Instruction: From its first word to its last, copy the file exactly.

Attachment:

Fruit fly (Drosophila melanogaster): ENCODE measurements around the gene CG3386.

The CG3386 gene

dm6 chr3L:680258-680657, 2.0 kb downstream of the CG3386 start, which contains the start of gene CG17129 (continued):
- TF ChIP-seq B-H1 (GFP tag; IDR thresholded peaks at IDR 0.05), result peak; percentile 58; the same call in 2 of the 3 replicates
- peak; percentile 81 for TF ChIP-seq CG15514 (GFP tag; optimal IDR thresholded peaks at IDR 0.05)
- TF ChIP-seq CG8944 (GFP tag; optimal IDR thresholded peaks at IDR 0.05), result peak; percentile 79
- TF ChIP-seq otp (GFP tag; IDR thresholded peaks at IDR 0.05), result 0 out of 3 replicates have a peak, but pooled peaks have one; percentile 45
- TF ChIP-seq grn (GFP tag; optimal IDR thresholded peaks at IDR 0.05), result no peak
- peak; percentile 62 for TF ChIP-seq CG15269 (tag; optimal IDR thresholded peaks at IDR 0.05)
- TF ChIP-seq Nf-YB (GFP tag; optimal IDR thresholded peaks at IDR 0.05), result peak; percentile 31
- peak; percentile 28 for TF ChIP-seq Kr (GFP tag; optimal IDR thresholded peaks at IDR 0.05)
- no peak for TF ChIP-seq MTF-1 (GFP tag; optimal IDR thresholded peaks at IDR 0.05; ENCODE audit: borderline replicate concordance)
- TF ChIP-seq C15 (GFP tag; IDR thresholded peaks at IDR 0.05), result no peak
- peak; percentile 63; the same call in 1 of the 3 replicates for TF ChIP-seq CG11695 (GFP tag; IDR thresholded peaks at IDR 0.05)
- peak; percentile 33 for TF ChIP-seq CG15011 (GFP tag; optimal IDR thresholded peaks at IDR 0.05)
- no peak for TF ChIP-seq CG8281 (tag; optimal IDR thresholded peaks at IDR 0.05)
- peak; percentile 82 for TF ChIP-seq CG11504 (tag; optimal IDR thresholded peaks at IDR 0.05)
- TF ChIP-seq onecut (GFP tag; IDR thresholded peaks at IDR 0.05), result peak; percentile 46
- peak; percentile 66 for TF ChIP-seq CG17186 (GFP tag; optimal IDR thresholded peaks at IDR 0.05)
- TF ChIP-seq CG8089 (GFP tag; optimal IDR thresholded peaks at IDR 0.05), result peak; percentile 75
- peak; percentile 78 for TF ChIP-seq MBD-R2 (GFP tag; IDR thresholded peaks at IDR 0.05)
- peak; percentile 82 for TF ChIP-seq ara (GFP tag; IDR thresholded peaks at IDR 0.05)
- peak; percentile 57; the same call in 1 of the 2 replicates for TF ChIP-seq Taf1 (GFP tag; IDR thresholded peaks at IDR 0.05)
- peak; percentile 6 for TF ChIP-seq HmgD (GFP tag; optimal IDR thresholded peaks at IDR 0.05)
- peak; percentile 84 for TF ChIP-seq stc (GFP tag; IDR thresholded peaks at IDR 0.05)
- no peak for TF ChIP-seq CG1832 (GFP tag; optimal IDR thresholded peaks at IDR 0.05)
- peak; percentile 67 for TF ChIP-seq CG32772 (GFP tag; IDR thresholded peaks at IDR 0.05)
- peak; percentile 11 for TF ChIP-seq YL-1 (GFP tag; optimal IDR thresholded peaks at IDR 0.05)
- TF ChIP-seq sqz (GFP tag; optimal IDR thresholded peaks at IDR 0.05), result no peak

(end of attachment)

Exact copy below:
Fruit fly (Drosophila melanogaster): ENCODE measurements around the gene CG3386.

The CG3386 gene

dm6 chr3L:680258-680657, 2.0 kb downstream of the CG3386 start, which contains the start of gene CG17129 (continued):
- TF ChIP-seq B-H1 (GFP tag; IDR thresholded peaks at IDR 0.05), result peak; percentile 58; the same call in 2 of the 3 replicates
- peak; percentile 81 for TF ChIP-seq CG15514 (GFP tag; optimal IDR thresholded peaks at IDR 0.05)
- TF ChIP-seq CG8944 (GFP tag; optimal IDR thresholded peaks at IDR 0.05), result peak; percentile 79
- TF ChIP-seq otp (GFP tag; IDR thresholded peaks at IDR 0.05), result 0 out of 3 replicates have a peak, but pooled peaks have one; percentile 45
- TF ChIP-seq grn (GFP tag; optimal IDR thresholded peaks at IDR 0.05), result no peak
- peak; percentile 62 for TF ChIP-seq CG15269 (tag; optimal IDR thresholded peaks at IDR 0.05)
- TF ChIP-seq Nf-YB (GFP tag; optimal IDR thresholded peaks at IDR 0.05), result peak; percentile 31
- peak; percentile 28 for TF ChIP-seq Kr (GFP tag; optimal IDR thresholded peaks at IDR 0.05)
- no peak for TF ChIP-seq MTF-1 (GFP tag; optimal IDR thresholded peaks at IDR 0.05; ENCODE audit: borderline replicate concordance)
- TF ChIP-seq C15 (GFP tag; IDR thresholded peaks at IDR 0.05), result no peak
- peak; percentile 63; the same call in 1 of the 3 replicates for TF ChIP-seq CG11695 (GFP tag; IDR thresholded peaks at IDR 0.05)
- peak; percentile 33 for TF ChIP-seq CG15011 (GFP tag; optimal IDR thresholded peaks at IDR 0.05)
- no peak for TF ChIP-seq CG8281 (tag; optimal IDR thresholded peaks at IDR 0.05)
- peak; percentile 82 for TF ChIP-seq CG11504 (tag; optimal IDR thresholded peaks at IDR 0.05)
- TF ChIP-seq onecut (GFP tag; IDR thresholded peaks at IDR 0.05), result peak; percentile 46
- peak; percentile 66 for TF ChIP-seq CG17186 (GFP tag; optimal IDR thresholded peaks at IDR 0.05)
- TF ChIP-seq CG8089 (GFP tag; optimal IDR thresholded peaks at IDR 0.05), result peak; percentile 75
- peak; percentile 78 for TF ChIP-seq MBD-R2 (GFP tag; IDR thresholded peaks at IDR 0.05)
- peak; percentile 82 for TF ChIP-seq ara (GFP tag; IDR thresholded peaks at IDR 0.05)
- peak; percentile 57; the same call in 1 of the 2 replicates for TF ChIP-seq Taf1 (GFP tag; IDR thresholded peaks at IDR 0.05)
- peak; percentile 6 for TF ChIP-seq HmgD (GFP tag; optimal IDR thresholded peaks at IDR 0.05)
- peak; percentile 84 for TF ChIP-seq stc (GFP tag; IDR thresholded peaks at IDR 0.05)
- no peak for TF ChIP-seq CG1832 (GFP tag; optimal IDR thresholded peaks at IDR 0.05)
- peak; percentile 67 for TF ChIP-seq CG32772 (GFP tag; IDR thresholded peaks at IDR 0.05)
- peak; percentile 11 for TF ChIP-seq YL-1 (GFP tag; optimal IDR thresholded peaks at IDR 0.05)
- TF ChIP-seq sqz (GFP tag; optimal IDR thresholded peaks at IDR 0.05), result no peak